Compliance with current guidelines might result in more patients dying of multi-drug-resistant pneumonia in intensive care units

January 19, 2011

Adhering to the current guideline recommendations for the treatment of intensive-care patients at risk of infection with multi-drug resistant (MDR) pneumonia might be associated with an increased risk of death. The findings, published in an Article Online First in The Lancet Infectious Diseases, highlight the need for The American Thoracic Society (ATS) and the Infectious Diseases Society of America (IDSA) guidelines to be reassessed.

The current ATS-IDSA guidelines for the management of hospital-acquired, ventilator-associated, and health-care associated pneumonias recommend prompt empirical antibiotic treatment (before the culture results are known) of patients at risk of multi-resistant infection. According to the guidelines, these patients should be given a triple regimen of antibiotics--a combination of two drugs against Gram-negative pathogens and one against meticillin-resistant Staphlococcus aureus (MRSA)--so that at least one drug is active against any likely infectious agent. However, since the publication of the guidelines in 2005, several studies have failed to a show a benefit of dual Gram-negative therapy over monotherapy.

The Improving Medicine through Pathway Assessment of Critical Therapy in Hospital-Acquired Pneumonia (IMPACT-HAP) study was a performance improvement project designed to validate the current ATS-IDSA guidelines and assess the observance of the treatment recommendations and outcomes of patients at risk for MDR pneumonia.

303 patients at risk of MDR pneumonia were enrolled from four academic centres across the USA. 129 patients were given guideline-compliant antibiotic treatment, and 174 patients received non-compliant treatment.* In these patients at risk for MDR infections, the Kaplan-Meier estimate of survival to 28 days was 65% in the compliant group and 79% in the non-compliant group. The difference in survival remained after adjustment for severity of illness.

The authors say: "Our results further question the need for combination Gram-negative empirical treatment for patients with pneumonia, even those who are severely ill and at risk of multi-drug resistant pathogens."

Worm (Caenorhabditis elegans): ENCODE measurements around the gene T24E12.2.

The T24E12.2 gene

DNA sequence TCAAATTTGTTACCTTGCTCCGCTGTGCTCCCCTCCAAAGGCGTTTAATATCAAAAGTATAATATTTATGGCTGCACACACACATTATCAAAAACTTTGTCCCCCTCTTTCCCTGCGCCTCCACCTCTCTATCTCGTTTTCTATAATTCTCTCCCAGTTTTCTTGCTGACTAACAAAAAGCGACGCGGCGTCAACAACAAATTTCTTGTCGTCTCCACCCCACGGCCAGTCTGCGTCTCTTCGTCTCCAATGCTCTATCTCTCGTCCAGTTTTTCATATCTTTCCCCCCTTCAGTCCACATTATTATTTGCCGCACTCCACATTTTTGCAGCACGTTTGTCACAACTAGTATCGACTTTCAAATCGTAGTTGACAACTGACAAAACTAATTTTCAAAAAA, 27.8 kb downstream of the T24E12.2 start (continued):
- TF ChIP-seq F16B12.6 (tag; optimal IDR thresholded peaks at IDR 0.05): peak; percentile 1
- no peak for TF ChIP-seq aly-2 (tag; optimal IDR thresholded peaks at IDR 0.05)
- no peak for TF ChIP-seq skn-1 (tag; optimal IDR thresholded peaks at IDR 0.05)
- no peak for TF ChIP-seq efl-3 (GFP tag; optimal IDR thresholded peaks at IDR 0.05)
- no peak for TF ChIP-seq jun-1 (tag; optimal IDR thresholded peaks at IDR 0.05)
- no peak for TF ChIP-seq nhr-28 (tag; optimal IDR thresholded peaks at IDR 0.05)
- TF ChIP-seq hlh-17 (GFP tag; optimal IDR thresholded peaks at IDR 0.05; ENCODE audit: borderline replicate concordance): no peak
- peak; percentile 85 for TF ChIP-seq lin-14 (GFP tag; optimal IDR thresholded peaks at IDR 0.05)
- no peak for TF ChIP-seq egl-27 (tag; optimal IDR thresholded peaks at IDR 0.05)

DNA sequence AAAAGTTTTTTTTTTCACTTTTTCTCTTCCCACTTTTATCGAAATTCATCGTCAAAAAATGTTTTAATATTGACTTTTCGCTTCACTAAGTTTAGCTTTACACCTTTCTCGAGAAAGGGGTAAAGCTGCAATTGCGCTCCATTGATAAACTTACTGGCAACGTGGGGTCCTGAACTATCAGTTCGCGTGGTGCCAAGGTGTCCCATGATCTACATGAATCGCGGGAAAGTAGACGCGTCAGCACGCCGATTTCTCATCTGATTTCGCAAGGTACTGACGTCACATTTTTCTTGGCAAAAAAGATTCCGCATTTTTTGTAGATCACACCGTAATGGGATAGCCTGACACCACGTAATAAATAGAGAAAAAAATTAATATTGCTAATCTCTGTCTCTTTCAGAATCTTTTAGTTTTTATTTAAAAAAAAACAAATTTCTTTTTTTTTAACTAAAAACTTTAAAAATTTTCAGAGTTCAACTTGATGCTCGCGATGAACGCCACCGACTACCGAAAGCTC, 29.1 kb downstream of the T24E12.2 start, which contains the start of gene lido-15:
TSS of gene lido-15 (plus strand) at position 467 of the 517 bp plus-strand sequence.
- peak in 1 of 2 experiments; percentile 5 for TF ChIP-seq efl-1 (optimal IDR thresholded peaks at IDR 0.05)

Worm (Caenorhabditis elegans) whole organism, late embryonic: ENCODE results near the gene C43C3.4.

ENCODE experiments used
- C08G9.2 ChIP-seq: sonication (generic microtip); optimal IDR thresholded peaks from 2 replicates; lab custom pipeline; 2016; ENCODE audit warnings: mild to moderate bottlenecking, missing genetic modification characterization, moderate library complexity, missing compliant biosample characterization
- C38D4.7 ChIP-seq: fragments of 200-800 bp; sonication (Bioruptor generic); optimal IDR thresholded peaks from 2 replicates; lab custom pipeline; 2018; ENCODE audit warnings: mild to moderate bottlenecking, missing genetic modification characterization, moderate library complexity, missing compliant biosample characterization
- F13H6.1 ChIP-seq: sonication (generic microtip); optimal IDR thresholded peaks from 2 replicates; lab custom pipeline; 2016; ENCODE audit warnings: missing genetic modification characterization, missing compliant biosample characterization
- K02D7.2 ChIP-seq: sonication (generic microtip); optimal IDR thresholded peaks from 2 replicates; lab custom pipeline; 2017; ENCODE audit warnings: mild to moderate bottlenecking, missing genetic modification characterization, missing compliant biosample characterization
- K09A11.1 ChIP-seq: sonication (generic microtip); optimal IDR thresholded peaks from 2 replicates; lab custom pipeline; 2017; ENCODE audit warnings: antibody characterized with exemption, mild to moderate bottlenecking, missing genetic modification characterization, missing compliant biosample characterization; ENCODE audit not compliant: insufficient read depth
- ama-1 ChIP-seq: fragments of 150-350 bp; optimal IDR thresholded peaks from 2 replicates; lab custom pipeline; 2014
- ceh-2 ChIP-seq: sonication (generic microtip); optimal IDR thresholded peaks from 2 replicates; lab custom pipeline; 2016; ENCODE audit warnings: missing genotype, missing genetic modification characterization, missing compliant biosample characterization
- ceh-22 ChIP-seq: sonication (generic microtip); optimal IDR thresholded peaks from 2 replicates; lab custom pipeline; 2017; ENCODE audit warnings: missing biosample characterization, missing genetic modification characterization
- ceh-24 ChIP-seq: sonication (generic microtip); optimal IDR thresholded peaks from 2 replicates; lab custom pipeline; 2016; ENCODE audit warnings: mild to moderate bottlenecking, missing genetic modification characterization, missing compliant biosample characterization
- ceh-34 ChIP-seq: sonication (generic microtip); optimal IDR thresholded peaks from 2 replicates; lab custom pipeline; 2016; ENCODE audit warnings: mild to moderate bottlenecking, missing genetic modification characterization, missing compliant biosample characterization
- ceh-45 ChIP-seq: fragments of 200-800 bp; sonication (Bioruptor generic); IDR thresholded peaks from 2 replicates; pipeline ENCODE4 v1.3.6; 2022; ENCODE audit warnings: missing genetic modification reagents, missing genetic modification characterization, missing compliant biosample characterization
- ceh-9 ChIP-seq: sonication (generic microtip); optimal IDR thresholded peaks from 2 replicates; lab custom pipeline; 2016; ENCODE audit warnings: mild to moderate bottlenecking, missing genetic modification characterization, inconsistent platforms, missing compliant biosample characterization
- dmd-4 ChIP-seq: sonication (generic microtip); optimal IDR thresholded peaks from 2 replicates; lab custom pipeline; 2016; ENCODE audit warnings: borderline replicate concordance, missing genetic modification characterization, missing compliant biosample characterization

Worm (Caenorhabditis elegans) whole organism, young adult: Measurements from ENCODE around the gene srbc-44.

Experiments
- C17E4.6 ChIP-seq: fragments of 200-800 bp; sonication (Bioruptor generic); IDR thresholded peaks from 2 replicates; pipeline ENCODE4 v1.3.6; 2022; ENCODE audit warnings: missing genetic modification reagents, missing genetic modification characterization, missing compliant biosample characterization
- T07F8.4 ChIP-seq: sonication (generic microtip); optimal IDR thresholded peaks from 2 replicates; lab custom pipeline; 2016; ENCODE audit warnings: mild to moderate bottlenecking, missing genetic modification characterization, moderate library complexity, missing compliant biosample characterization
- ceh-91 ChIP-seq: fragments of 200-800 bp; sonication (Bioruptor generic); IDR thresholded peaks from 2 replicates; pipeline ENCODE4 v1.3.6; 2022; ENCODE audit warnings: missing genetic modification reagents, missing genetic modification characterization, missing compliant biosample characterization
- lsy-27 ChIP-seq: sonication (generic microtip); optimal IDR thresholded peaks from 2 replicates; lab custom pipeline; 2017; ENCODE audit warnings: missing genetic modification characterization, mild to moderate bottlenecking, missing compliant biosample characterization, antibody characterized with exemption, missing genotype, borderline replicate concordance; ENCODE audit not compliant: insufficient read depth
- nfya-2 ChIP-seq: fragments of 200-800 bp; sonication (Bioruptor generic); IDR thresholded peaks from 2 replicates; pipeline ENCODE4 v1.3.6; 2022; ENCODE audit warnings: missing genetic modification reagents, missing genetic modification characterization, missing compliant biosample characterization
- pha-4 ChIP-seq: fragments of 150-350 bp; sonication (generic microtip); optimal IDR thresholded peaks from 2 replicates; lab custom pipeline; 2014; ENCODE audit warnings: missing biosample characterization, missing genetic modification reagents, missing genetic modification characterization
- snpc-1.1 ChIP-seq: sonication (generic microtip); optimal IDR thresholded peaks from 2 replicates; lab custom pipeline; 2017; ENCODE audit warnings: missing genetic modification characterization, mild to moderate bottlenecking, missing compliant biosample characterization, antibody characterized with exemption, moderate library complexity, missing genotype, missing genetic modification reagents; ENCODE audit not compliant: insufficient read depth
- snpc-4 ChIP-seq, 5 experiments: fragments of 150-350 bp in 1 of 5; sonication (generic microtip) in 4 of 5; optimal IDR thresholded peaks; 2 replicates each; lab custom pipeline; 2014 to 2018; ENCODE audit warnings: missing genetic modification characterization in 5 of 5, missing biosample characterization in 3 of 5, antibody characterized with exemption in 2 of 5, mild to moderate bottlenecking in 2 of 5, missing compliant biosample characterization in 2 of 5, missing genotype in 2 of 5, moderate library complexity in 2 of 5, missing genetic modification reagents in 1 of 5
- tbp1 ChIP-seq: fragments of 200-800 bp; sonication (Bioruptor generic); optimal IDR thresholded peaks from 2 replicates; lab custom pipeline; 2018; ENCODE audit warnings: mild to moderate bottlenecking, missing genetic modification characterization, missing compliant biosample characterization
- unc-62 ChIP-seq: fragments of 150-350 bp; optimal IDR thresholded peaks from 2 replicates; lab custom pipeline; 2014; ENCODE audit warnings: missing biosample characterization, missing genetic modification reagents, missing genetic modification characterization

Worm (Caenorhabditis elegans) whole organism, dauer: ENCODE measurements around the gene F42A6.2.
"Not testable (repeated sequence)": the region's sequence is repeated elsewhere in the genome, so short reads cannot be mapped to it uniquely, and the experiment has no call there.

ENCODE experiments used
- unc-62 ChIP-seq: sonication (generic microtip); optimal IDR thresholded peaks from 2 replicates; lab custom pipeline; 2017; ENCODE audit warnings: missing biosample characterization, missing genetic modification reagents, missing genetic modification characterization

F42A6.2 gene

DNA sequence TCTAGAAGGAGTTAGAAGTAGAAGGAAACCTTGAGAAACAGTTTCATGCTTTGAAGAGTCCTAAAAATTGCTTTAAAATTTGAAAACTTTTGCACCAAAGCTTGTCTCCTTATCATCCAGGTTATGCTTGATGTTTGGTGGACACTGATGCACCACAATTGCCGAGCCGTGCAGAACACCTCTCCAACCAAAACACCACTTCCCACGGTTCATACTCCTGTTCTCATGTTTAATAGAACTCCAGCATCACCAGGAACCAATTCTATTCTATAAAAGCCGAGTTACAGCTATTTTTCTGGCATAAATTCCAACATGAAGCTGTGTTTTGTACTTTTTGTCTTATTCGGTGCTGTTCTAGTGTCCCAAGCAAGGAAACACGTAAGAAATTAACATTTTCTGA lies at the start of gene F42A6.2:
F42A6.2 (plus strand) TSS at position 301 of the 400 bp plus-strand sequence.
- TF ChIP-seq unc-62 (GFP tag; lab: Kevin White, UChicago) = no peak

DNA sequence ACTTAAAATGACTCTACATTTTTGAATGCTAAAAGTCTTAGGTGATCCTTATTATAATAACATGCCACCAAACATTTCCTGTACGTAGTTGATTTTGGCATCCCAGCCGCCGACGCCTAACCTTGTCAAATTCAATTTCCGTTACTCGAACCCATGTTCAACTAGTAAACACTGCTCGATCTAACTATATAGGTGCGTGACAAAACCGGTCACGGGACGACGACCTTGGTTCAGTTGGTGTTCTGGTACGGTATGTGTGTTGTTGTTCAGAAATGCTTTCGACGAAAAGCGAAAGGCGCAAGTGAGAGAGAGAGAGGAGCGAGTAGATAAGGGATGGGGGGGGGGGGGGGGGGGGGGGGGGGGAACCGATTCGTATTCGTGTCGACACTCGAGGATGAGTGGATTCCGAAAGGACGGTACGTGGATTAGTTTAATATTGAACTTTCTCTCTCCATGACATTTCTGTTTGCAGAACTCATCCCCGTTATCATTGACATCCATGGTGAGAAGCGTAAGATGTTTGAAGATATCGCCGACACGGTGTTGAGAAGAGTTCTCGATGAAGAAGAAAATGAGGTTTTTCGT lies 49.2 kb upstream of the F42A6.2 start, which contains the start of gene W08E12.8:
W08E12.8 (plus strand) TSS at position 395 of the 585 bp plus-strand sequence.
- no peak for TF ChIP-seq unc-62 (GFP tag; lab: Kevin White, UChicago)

They conclude: "[We] recommend that the planned, revised ATS-IDSA guidelines be reassessed before widespread implementation. Since the most common reason for non-compliance was failure to use a secondary anti-Gram-negative drug, we suggest a comparison of regimens employing MRSA treatment and single versus dual Gram-negative coverage."

In a Comment, Santiago Ewig from the Center for Thoracic Diseases of the Ruhrgebiet, Bochum, Germany, questions the validity of the findings, but points out that the recommended triple approach is not supported by the available evidence and is not necessarily correct: "All patients with septic shock, and probably severe sepsis, should receive dual coverage or triple coverage if MRSA is indicated. Whether all haemodynamically stable patients with nosocomial pneumonia need such a wide coverage is questionable; at least, de-escalation [ie, monotherapy] treatment is mandatory, since it reduces selection pressure, organ toxic effects, and saves money. After all, de-escalation is what matters. The definition of non-adherence to American Thoracic Society guidelines should not read 'less than triple therapy' but rather 'less than long-term prognosis and risk-adjusted broad coverage and de-escalation according to culture and susceptibility results'."
Professor Daniel Kett, the Miller School of Medicine at the University of Miami, Miami, Florida, USA. T) +1 (305) 585 6664 E)

Dr Santiago Ewig, Center for Thoracic Diseases of the Ruhrgebiet, Bochum, Germany. E)

For full Article and Comment see:

Notes to Editors: *Non-compliance included failure to use a second anti-Gram-negative drug (154 patients) and failure to use either a primary anti-Gram-negative drug (24 patients) or an anti-MRSA drug (24 patients).



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